Speaking of farm hands, weather even influences how many people Kyle has around to help him out! Most of our employees are in school or work another full-time job, so may of them aren't able ability come in on short notice on a weekday. When it's crunch time to get berries or pumpkins in the ground, Kyle can spend a few hours on the phone trying to find a few people to fill in round-the-clock shifts to get things planted. A lot of times when planting is in full swing, both the weather and our employee's schedules can mean some really wonky days for Kyle and the gang. Early mornings to get paperwork or scheduling done; then off for a full day of fieldwork; and then at night, a few hours of working in other things, like necessary projects (we had a few very late nights during our bridal suite construction) or setting up the barn for an upcoming event.
Once we're fully into summer and berry season is over, Kyle watches the weather to ensure things are done in time for our weddings and events, but also for windows of time to get projects done around the farm. Rain can often delay work on buildings, building new activities, or setting up for outdoor events. Summer is the time that Kyle can prioritize these projects, but if the weather doesn't hold up, they can be significantly delayed or canceled. Oftentimes, it's a matter of fitting these things in around the other daily things that need to be completed...when the weather allows, which again, can mean an abrupt change in Kyle's whole plan for the day based on what the weather throws at him.
During our fall season, Kyle's attention to the weather drives how many supplies he orders week-to-week, how he schedules our staff to cover the shifts, and how he plans picking pumpkins from the field for our retail area. He's constantly asking questions like, "Is the weather going to be hot so I might need more water? Or cooler and nice so I need more cups for hot chocolate? Will the weather exclude many people from coming to the farm so I need a smaller staff?" Every day is a question of what the weather will do and how will it affect fall season attendance and therefore affect Kyle's daily decisions.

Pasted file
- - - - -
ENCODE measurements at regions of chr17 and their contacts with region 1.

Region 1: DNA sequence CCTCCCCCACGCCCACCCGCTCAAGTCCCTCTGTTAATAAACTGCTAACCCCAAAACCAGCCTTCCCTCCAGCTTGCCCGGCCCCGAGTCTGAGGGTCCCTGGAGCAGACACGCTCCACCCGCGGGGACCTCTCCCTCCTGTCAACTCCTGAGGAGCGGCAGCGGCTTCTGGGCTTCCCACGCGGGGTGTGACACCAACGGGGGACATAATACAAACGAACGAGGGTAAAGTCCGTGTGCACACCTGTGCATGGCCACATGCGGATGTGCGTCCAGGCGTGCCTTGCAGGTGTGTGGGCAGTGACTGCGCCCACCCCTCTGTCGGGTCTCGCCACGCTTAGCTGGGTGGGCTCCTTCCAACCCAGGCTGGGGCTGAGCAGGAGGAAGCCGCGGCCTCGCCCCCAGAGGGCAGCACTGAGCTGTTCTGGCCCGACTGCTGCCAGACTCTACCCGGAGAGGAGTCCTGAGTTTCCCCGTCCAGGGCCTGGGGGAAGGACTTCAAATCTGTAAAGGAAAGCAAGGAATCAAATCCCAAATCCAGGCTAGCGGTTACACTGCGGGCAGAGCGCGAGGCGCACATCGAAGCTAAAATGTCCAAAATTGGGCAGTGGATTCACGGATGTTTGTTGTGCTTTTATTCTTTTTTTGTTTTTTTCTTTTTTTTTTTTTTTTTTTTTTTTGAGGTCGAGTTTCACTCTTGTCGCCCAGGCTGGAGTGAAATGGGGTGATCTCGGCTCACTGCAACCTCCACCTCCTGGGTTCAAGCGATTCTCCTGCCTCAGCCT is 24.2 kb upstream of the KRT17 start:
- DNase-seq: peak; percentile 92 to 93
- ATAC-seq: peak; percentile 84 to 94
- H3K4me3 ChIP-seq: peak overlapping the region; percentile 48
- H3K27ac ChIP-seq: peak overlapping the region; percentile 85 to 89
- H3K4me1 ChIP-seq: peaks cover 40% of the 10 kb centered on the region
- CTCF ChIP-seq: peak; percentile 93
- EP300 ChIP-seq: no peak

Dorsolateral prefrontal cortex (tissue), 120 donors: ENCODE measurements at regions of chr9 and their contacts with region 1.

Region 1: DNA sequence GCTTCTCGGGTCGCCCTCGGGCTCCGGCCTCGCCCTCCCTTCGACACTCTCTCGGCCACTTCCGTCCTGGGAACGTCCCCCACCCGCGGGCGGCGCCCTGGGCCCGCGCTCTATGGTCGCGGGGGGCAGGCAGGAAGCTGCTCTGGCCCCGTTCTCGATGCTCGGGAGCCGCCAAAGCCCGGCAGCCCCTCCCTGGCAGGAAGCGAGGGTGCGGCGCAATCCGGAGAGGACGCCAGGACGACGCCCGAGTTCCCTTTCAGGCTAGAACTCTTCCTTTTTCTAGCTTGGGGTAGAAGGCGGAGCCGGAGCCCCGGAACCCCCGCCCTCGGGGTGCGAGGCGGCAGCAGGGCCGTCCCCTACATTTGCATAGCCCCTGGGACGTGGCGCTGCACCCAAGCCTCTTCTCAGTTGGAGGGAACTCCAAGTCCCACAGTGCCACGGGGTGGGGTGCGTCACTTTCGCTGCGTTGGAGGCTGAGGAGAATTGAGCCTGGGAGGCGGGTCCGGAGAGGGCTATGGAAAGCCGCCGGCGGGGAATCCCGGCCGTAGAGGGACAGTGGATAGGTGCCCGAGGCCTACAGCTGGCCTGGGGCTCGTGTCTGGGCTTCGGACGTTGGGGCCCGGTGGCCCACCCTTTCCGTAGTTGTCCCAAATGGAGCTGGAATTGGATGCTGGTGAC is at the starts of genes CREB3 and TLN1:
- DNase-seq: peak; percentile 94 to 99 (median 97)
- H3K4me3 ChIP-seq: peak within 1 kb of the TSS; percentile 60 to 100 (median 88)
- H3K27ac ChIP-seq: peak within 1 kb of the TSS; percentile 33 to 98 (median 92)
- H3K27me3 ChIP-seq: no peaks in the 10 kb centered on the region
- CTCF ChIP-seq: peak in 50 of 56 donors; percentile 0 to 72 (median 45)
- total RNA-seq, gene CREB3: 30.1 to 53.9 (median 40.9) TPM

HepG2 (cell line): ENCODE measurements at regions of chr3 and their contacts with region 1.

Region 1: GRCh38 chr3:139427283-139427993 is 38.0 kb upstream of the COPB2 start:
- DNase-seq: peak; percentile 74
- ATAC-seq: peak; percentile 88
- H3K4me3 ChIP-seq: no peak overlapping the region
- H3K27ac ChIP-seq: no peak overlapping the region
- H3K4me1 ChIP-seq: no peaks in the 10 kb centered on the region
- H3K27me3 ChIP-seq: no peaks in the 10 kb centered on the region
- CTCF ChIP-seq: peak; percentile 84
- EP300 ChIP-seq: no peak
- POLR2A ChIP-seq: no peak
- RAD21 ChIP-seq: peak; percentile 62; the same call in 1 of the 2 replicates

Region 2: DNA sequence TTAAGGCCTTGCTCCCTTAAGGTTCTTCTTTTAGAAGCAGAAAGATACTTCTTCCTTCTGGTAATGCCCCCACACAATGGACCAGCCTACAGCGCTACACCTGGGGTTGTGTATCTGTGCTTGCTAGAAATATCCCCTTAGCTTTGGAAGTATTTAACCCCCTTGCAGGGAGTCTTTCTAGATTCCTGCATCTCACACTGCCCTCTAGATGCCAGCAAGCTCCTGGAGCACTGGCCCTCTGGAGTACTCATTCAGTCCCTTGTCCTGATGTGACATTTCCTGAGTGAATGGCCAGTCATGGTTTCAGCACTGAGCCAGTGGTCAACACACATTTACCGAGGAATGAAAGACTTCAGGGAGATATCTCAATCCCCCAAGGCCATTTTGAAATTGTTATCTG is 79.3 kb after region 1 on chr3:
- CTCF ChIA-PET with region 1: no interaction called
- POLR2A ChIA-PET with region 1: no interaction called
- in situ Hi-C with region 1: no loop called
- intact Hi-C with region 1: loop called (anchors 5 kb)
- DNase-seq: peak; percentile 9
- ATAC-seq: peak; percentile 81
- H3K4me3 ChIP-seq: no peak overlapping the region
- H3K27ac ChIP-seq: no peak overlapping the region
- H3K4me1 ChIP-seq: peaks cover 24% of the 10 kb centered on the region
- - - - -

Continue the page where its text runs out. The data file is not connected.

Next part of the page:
Finally, when we close for fall and head into winter, Kyle scrambles to not only keep up with our private events and weddings, but also to get the fall tillage done, work on the berries, and take down and store all the things we use during fall season before winter fully hits and the ground freezes over. He needs a good few weeks of okay weather to get these things done, but last year, winter did not allow that. It froze over so quickly that some things were left out and a lot of the maintenance on the strawberries didn't get done. These things were left undone because of the weather, which can mean problems for the berries in the coming year and, of course, more work in the spring.
From April to November, Kyle's days are fully driven by weather. It affects his fieldwork, his scheduling, his meetings with people for the business end of his farm, and how many people are able to enjoy the things our farm has to offer. Over and over, Kyle asks himself "What is the weather going to allow me to do?" The answer to that question affects not only his day, but his employees, and his guests, so the answer is important for so many reasons and therefore one of the most significant - and stressful - things he does here on the farm.
Fun on the farm...in blog form!